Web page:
2. Brexit

    Boris Johnson, UK Prime Minister, wants to get the UK out of the European Union. If nothing else happens, the UK will leave with no deal on 31 October 2019. Trump, who has consistently praised Mr Johnson, has predicted a speedy US-UK trade deal after Brexit.

Closer to home, here are some events making headlines:

  1. Hong Kong Protests

    To sum it in a few words: Tear gas, batons, and a 200,000 human chain.

  2. Japan-Korea Trade War

    South Korea announced on Aug 22 that it would not renew a pact with Japan to share military intelligence that was originally signed in 2016, agreeing that Japan and South Korea directly share military secrets.


What Can You Do As An Investor?

This is purely based on our personal opinion.

Before we start behaving like ants on the hot pan, here are some actionable we can do in time of such uncertainties.

What can investor do?
Source: Yahoo Finance
  1. Exit the market

    The easiest way to not be affected (be it positively, or negatively) by the market, is to not be in the market. Right. You can choose to invest your money in other assets that have lower risks (with probably lower potential returns).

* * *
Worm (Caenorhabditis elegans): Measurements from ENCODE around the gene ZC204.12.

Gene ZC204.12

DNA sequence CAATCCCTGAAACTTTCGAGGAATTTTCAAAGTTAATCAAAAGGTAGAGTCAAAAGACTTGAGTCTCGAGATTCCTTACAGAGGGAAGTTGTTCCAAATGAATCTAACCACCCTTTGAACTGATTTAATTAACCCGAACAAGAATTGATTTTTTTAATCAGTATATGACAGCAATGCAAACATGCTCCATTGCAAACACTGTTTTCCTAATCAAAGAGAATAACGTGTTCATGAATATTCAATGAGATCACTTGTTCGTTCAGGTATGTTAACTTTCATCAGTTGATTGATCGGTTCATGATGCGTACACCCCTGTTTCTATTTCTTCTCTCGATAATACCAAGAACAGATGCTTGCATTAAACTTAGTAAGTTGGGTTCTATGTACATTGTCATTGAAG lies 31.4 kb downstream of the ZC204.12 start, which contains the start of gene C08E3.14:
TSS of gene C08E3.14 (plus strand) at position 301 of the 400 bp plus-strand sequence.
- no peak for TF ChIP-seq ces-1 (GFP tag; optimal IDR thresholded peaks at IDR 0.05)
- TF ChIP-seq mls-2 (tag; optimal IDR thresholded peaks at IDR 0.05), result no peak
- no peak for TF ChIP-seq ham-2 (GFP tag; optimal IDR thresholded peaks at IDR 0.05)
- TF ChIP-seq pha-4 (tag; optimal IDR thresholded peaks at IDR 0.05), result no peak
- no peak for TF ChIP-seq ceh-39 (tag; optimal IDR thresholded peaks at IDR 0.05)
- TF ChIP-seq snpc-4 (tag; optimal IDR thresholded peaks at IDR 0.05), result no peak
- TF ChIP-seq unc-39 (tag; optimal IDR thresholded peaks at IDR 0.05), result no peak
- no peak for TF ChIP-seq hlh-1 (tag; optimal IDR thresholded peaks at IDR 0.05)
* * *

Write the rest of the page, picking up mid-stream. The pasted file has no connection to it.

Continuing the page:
2. Buy more at low prices

    Heard of buying low and selling high?

    When the markets are low, it presents an opportunity for long-term investors to buy more to add to their portfolio!

    Of course, the worry for investors is that after you buy, the prices go even lower. But if you are thinking of investing in the long-term, the shorter-term noises (world news) would be less of a concern to you.

  3. Buy into safe-haven assets like Gold and Silver
    How To Invest In Gold

     

    Here’s what the Silver (XAG/USD) chart looks like for now:

    Price of silver
    Source: Bloomberg


    Here’s what the Gold (XAU/USD) chart looks like for now:

    Price of gold
    Source: Bloomberg

Diversify, diversify, diversify. 

Many are choosing to put their money into Gold and Silver, and it is understandable why. Safe-haven assets provide a hedge during uncertain market conditions. 

Notice that these graphs are over a 1-year time horizon. From the graphs above, you can see how Gold and Silver have seen an increase in attractiveness with investors and/or traders? Imagine how much you would have made if you bought into safe-haven assets one year ago. 


Closing Thoughts

“Time in the market is more important than timing the market.”

That would essentially negate the first option up there… And I can of course, only say, to each his own.

It is getting increasingly hard to time the market, with so many problems going on in the world at the same time. Getting different opinions can also help you make a smarter financial decision.

Historical data is getting less and less relevant when we look at the present situation, with news changing incessantly.

Time to re-assess your risk profile and look at your portfolio holdings, to see whether you can buy/sell/hold!